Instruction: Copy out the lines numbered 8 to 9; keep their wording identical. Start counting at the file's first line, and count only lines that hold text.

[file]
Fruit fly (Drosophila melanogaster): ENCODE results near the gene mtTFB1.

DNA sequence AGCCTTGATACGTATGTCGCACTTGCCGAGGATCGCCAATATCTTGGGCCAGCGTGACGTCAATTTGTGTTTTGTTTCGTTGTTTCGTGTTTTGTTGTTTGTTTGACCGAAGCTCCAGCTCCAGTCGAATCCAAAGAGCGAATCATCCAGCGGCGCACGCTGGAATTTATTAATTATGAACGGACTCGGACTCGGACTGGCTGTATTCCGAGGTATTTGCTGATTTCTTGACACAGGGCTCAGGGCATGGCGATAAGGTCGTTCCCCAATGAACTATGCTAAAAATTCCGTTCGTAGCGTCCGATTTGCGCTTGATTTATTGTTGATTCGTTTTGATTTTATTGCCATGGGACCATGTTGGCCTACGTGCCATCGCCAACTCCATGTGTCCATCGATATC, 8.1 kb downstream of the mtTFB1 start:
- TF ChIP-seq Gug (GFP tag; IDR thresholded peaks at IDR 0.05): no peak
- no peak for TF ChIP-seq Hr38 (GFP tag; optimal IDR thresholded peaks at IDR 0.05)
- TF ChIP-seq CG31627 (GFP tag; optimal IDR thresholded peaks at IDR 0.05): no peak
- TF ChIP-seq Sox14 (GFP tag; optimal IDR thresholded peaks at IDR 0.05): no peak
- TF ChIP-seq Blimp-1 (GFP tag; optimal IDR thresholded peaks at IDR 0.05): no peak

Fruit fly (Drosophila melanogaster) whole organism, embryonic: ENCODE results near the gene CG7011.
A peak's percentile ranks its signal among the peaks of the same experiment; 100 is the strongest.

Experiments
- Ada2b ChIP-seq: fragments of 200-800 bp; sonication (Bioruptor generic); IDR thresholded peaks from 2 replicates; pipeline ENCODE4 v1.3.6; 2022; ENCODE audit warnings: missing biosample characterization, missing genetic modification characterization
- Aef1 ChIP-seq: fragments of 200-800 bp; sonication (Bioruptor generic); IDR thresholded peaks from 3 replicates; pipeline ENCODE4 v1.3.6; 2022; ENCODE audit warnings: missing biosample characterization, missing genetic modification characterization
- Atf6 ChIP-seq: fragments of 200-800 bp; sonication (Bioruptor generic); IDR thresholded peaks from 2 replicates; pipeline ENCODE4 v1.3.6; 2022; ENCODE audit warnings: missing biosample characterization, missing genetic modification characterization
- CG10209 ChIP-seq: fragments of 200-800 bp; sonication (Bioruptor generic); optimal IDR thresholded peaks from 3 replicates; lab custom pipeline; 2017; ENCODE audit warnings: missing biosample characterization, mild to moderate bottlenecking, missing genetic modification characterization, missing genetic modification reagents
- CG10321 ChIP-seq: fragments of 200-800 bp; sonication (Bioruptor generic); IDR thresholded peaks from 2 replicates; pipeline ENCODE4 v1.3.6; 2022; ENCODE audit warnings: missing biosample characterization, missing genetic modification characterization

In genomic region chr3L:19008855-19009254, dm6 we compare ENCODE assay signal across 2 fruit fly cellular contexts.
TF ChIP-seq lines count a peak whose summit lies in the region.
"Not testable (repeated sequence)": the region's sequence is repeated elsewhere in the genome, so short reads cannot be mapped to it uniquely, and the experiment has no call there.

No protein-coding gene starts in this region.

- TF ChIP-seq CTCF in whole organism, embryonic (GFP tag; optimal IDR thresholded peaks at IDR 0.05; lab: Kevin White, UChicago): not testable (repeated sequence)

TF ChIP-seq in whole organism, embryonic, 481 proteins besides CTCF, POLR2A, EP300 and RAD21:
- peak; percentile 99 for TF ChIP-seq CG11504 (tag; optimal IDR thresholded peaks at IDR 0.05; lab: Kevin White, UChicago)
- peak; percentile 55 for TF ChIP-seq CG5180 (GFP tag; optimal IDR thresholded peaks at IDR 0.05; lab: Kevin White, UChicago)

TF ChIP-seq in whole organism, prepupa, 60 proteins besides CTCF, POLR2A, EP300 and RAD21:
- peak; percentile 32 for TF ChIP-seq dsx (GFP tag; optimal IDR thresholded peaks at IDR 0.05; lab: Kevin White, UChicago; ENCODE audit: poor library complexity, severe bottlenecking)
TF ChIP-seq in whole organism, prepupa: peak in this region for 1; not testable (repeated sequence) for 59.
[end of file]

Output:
Fruit fly (Drosophila melanogaster) whole organism, embryonic: ENCODE results near the gene CG7011.
A peak's percentile ranks its signal among the peaks of the same experiment; 100 is the strongest.